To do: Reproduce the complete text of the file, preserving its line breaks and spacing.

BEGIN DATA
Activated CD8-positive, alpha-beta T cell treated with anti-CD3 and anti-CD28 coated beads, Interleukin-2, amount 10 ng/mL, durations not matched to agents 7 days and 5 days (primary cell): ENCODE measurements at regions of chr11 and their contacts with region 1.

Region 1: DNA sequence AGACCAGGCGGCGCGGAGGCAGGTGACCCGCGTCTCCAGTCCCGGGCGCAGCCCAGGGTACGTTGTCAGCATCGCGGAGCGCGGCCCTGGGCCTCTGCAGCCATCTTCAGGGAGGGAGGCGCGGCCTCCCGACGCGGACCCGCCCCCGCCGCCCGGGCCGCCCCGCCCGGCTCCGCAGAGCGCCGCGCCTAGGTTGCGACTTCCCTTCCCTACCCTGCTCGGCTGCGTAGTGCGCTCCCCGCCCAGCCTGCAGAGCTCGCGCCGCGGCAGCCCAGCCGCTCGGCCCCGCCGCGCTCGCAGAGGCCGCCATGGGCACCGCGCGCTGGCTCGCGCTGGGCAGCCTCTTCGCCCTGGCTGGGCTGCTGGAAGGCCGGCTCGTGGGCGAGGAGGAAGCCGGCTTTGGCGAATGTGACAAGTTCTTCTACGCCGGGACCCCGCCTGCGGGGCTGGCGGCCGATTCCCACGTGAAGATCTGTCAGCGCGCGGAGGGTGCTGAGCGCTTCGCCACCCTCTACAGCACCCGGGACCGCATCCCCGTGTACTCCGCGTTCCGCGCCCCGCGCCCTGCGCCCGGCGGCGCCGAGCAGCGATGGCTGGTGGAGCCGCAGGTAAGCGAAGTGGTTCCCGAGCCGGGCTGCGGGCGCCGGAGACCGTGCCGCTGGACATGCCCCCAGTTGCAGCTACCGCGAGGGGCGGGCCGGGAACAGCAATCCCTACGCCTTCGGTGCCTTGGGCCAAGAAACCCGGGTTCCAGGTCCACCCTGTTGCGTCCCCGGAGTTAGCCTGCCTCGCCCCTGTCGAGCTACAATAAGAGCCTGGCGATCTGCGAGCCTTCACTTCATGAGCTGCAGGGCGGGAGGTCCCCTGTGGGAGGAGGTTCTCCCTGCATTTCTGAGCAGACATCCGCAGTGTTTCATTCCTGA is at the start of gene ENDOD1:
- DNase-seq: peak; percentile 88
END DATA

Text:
Activated CD8-positive, alpha-beta T cell treated with anti-CD3 and anti-CD28 coated beads, Interleukin-2, amount 10 ng/mL, durations not matched to agents 7 days and 5 days (primary cell): ENCODE measurements at regions of chr11 and their contacts with region 1.

Region 1: DNA sequence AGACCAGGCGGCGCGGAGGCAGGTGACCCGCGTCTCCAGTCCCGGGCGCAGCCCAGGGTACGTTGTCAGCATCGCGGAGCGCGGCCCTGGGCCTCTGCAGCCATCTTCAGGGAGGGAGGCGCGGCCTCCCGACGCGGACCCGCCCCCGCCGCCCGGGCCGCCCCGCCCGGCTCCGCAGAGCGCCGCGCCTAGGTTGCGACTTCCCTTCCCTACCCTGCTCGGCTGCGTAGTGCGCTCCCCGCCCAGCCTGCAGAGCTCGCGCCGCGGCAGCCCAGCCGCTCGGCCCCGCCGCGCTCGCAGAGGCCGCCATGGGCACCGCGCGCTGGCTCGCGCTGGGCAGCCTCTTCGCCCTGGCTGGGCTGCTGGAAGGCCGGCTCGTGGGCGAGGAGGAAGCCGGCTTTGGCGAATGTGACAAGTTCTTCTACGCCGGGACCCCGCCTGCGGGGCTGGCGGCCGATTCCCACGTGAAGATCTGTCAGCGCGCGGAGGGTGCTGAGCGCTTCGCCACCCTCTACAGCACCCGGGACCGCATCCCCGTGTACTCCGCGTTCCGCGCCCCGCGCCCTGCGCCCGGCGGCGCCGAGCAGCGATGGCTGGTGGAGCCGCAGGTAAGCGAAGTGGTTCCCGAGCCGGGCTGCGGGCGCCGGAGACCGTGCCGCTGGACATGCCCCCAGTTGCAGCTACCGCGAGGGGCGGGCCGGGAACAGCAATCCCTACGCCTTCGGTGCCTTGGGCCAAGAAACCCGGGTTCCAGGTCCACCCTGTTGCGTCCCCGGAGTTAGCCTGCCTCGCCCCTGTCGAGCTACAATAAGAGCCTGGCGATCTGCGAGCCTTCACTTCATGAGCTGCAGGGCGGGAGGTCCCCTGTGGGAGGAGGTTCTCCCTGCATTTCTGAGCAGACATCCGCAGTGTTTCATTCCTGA is at the start of gene ENDOD1:
- DNase-seq: peak; percentile 88